The mother of a woman killed at the Charlottesville rally urges people not to respond to violence & # 039;

Susan Bo (pictured in Charlottesville on Friday) told counter-demonstrators to make sure they are safe at Sunday's Unite the Right 2 event in Washington

The mother of Heather Heyer, who died last year when a white nationalist crashed his car against protesters in Charlottesville, urged people to remain at peace while Washington DC is preparing to Unite the Right 2.

Susan Bo told the counter-demonstrators to make sure they are safe in Sunday's event. & # 39; There is no place for hate. Do not respond to violence if you can protect yourself without it and do not let your guard down, "he told CBS News.

"What I've learned is that a lethal form of attack will happen when everyone is relaxed, so be careful."

Susan Bo (pictured in Charlottesville on Friday) told counter-demonstrators to make sure they are safe at Sunday's Unite the Right 2 event in Washington

Heather Heyer

Heather Heyer

Susan Bo (left, in Charlottesville on Friday) told the counter-protesters to make sure they were safe at Sunday's Unite the Right 2 event in Washington. In the photo on the right: Heather Heyer

Unite the Right 2 will take place on Sunday afternoon at Lafayette Park in front of the White House and will be the first anniversary of Charlottesville.

Estimates vary on how many white nationalist protesters will be presented.

Jason Kessler, who also organized last year's event, predicted 400 in his permit application, but participation could be much less.

Bro said the event had provoked painful memories of his daughter's death, which has led to murder charges against the alleged driver of the car, James Fields.

"While I'm working, I'm not thinking too much or feeling too much," Bro said. "But I have to be honest because the weight of this is coming to me today and tomorrow."

He urged Americans to have "painful conversations" about the race to help heal "deep wounds."

"If they hurry to heal, if they hurry everyone to catch each other and sing Kumbaya, we'll be back here in a few years," he said.

White nationalists, neo-Nazis, members of the KKK and the right attacked each other as counter-demonstrators who intervened outside Emancipation Park in Charlottesville last year on August 12.

White nationalists, neo-Nazis, members of the KKK and the right attacked each other as counter-demonstrators who intervened outside Emancipation Park in Charlottesville last year on August 12.

White nationalists, neo-Nazis, members of the KKK and the right attacked each other as counter-demonstrators who intervened outside Emancipation Park in Charlottesville last year on August 12.

Bro talks to reporters on Friday at the place where his daughter was killed in Charlottesville on August 12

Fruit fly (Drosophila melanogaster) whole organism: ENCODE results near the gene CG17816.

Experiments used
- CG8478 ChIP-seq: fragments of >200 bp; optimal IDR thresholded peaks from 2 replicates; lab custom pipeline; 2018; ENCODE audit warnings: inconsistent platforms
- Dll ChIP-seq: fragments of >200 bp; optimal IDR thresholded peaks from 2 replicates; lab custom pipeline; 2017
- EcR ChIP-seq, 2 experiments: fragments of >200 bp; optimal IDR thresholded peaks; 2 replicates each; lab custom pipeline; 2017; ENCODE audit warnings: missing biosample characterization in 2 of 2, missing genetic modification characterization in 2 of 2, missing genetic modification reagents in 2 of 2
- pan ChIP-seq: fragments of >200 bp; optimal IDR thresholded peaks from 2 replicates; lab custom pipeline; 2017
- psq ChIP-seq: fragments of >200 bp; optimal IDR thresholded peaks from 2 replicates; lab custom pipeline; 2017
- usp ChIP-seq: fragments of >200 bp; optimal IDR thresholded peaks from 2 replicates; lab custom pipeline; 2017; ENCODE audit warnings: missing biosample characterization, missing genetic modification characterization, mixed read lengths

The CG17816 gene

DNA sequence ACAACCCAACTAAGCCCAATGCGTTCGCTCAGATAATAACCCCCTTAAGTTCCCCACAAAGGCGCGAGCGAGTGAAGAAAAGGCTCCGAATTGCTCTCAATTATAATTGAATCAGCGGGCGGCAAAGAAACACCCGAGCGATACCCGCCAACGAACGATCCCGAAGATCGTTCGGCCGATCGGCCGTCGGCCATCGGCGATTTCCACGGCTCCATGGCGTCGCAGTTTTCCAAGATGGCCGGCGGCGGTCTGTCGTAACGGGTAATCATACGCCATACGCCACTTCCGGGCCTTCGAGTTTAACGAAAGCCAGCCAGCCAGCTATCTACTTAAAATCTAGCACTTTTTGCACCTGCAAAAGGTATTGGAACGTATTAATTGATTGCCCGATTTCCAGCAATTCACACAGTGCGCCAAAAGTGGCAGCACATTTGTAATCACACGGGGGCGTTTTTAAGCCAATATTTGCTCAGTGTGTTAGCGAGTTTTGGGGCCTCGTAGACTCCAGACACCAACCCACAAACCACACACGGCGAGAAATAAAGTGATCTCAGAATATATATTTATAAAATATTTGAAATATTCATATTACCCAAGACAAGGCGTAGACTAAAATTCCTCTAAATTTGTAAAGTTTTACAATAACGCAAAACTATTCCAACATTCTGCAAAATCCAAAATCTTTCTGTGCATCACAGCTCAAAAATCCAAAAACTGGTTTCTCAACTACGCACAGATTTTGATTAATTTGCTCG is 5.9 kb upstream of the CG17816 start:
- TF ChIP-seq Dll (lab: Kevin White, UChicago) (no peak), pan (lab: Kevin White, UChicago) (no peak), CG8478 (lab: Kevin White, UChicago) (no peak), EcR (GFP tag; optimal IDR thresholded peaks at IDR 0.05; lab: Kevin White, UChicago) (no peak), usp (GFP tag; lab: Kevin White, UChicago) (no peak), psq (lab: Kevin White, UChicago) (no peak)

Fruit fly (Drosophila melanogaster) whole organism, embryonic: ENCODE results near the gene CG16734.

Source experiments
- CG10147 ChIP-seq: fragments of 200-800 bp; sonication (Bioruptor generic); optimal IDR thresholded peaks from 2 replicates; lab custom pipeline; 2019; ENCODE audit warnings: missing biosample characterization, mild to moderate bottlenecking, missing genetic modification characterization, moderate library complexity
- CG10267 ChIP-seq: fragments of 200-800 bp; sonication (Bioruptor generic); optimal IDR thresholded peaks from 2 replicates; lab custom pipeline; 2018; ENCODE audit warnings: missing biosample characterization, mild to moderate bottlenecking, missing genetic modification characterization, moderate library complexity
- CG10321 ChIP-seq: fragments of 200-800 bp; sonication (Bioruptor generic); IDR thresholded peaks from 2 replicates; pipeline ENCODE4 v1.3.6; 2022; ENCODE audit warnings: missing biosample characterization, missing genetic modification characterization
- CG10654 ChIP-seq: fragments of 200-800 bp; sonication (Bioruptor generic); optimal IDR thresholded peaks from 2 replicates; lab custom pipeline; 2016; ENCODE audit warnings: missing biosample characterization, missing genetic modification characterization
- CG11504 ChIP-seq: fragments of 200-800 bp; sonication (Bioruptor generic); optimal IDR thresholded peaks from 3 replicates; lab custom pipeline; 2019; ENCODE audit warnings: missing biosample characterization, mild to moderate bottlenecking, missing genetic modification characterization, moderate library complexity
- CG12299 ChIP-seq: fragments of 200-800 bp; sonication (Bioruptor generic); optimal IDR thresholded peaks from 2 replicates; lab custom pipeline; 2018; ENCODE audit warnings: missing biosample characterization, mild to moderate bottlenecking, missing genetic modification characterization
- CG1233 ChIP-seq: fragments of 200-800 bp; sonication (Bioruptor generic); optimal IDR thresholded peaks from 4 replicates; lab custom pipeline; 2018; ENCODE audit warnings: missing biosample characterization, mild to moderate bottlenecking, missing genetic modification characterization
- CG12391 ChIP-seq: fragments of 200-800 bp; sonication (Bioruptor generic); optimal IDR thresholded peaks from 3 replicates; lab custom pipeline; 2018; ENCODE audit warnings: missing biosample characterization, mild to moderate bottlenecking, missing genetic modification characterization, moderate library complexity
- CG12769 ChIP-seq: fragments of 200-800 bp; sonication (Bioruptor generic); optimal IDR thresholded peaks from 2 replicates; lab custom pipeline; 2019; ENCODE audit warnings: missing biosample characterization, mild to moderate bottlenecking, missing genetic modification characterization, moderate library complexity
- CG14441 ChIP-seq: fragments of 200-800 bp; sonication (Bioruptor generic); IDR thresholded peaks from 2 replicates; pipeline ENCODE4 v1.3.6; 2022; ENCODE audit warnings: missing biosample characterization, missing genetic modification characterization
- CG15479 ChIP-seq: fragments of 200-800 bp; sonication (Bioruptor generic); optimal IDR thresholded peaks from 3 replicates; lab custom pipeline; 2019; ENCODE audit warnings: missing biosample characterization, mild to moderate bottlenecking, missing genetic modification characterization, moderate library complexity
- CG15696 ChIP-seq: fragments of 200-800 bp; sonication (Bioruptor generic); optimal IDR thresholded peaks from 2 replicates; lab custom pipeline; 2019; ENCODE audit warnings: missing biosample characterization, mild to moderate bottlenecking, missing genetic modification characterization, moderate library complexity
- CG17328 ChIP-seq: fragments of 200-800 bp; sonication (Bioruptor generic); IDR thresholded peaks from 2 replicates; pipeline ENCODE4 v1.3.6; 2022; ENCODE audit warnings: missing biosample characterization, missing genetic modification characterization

Bro talks to reporters on Friday at the place where his daughter was killed in Charlottesville on August 12

Bro talks to reporters on Friday at the place where his daughter was killed in Charlottesville on August 12

President Trump was criticized for his response to Charlottesville after he seemed to approve the white nationalists by saying he had "very good people" & # 39; on both sides of the manifestation.

But in preparation for this year's protest, he chose to condemn "all types of racism" and urged unity.

"The unrest in Charlottesville a year ago caused death and division without meaning, we must unite as a nation," he wrote Saturday morning. "I condemn all types of racism and acts of violence, peace to ALL Americans! & # 39;

Heyer's mother called the message, & # 39; A good tweet & # 39;

The white nationalist movement has been partially divided last year, and some blame Kessler for the bad press generated by Charlottesville.

Several white nationalist leaders have disavowed the demonstration on Sunday and have asked their followers not to attend.

Rally participants are likely to be outnumbered by passionate counter-demonstrators. At least two anti-white nationalist rallies will also take place at Lafayette Park.

The rally last year, on August 12, led the rally attendants to carry burning torches (in the image) and collide with the counter-demonstrators.

The rally last year, on August 12, led the rally attendants to carry burning torches (in the image) and collide with the counter-demonstrators.

The rally last year, on August 12, led the rally attendants to carry burning torches (in the image) and collide with the counter-demonstrators.

The local chapter of Black Lives Matter is also planning a separate march to the site.

With the Charlottesville police widely criticized for their handling of the demonstration last year, the authorities of D.C. They have committed to avoid violence.

Mayor Muriel Bowser and Police Chief Peter Newsham have pledged a massive security mobilization to keep protesters and opponents apart.

"We have a series of techniques to keep them separated," Newsham said. "We are used to the protests in Washington and the rules are quite simple: do not hurt anyone and do not break anything."

While the White House will be the backdrop for the rallies, President Donald Trump will not be in the city.

An antifascist protest in Charlottesville on Saturday went smoothly.

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